Meeting new friends and dates online will become normal, not the “weird” thing

As people spend more and more time behind screens, it won’t be long before the stigma around online dating fades. Its starting to happen with Tinder hook-ups but it will also happen with meetups arranged online. There’s evidence that more and more young adults in America are struggling to make friends in person, and inevitably, they will want easier access to human connection.

Driverless cars will be a thing

Driverless cars will become part of our everyday lives, and I think it will be much faster than many researchers think. For the first year, many people will fear riding in them, but once the fear vanishes, they will grow in popularity drastically. There will be a few note-worthy accidents that may set things back a little, but ultimately, with the lack of major investment in public transport in America, people will start to use super-affordable driverless taxi services a lot, and be less likely to own their own cars.

There will be an acceptance movement for introverts

No, it won’t be a bunch of entitled Fedora-wearing neckbeards saying “girls don’t choose the nice guys, simply because nice guys are quiet”. But I think that, as technology grows, and more and more people struggle to make connections in person, introverts become content with themselves despite having few friends. People will start campaigns at schools to teach quieter kids to be happy with who they are, and will become angry about the term “loser” still being used to refer to quiet kids in 2025. Yes, quite a few of America’s worst mass-shootings have been done by introverts, but people will eventually start a backlash against the anti-introvert stigma that has bubbled for so long.

Five Recommendations When Doing Travel Research

18 Sep

There’s a lot of potential advice someone could give to someone doing travel research. “Go to place x, Don’t go to play y!” or “Place x is overrated, place y is better”. As travelers, we often think our opinions are right. We often get a confirmation bias from hearing others who had the same thoughts as we did about a certain place to visit, and this reinforces our travel preferences, even if we realize that many other people we talked to had a completely different opinion. I know I’m not the only traveler who has made this mistake. The important thing is to be aware of it and to apply this awareness to research. Here are five things I think travelers should do when doing travel research, in order to get a variety of points of view and form an educated decision on where to go.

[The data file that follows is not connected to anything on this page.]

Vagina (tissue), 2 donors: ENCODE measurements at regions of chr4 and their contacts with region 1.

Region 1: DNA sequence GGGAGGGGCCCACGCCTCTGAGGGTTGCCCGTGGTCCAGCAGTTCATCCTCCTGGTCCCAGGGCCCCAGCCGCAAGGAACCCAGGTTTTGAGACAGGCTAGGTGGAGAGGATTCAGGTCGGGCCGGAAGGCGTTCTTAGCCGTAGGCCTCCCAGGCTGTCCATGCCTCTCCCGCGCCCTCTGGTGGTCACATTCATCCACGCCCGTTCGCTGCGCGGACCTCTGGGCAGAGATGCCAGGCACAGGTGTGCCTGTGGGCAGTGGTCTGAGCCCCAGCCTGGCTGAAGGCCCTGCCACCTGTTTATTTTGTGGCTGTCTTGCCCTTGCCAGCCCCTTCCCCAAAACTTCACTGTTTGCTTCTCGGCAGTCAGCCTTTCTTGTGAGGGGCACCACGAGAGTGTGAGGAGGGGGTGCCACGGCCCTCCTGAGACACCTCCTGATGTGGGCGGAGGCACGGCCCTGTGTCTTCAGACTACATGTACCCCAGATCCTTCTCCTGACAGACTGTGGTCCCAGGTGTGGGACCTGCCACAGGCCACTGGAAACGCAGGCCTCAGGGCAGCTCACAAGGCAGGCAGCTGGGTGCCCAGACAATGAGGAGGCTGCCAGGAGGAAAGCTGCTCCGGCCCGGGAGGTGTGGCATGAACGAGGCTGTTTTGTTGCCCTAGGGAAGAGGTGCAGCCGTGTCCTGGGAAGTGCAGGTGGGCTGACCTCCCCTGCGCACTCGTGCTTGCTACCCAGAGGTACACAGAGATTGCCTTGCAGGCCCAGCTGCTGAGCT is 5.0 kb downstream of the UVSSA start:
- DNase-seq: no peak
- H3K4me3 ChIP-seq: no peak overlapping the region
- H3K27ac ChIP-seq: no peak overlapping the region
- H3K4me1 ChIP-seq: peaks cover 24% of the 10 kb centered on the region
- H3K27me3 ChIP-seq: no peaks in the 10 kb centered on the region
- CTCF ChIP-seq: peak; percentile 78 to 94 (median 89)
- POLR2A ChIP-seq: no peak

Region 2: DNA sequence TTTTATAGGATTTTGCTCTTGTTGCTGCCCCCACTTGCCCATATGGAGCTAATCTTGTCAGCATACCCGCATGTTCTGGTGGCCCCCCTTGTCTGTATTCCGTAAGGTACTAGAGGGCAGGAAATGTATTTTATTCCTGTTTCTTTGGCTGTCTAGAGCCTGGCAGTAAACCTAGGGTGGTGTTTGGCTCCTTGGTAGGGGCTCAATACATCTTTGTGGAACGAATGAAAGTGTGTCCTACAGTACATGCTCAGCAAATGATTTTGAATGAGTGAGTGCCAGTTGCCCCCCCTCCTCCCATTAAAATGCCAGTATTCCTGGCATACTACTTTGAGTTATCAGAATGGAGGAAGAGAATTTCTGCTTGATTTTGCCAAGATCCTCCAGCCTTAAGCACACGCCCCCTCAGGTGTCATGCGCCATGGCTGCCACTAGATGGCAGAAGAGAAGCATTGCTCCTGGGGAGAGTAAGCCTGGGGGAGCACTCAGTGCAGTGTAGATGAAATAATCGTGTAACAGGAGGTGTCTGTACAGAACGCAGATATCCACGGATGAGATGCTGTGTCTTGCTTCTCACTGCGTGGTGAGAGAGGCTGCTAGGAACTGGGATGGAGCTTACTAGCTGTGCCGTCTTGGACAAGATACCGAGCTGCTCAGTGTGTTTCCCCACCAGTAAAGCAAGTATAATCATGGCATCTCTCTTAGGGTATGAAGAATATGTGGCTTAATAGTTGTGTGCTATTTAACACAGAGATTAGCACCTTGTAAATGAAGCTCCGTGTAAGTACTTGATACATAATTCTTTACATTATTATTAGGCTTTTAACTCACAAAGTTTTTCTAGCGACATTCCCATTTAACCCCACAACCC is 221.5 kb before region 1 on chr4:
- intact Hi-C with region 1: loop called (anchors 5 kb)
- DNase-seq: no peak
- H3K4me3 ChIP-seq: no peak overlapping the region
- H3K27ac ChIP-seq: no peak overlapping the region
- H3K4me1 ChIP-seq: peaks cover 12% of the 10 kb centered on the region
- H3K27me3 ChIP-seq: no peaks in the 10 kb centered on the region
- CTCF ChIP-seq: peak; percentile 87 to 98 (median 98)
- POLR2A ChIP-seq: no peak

1) Talk to lots of other travelers and the locals, but take EVERY person’s recommendations with a grain of salt

Many new travelers look up to experienced travel writers and get only advice from them, and act as if their preferences are supposed to be the same as those of the more experienced traveler. They understand the basics of travel, but assume that because one tourist says a place isn’t worth visiting, that it won’t be worth visiting for them either. I’ve also talked to a lot of people who think that if they meet one local from their destination who says a major sight is overrated, it’s completely unworthy of visiting. By making this assumption after talking to one local person, the person is falsely and offensively assuming that every local has the same preferences, and also assuming that locals should see a country through the same lens as a traveler.

For example, I knew a Russian girl in my High School who told me I shouldn’t go to Russia because of its social and economic problems, and that life in the US was better. She was probably right from her own perspective, but because she’d been raised in Russia, she didn’t see Russia through the same lens a backpacker did. For me, it didn’t make it unworthy as a destination though. St Petersburg and Moscow are two of my favorite cities in the world. If I’d only gotten advice from her though, I may have completely been turned off of visiting Russia.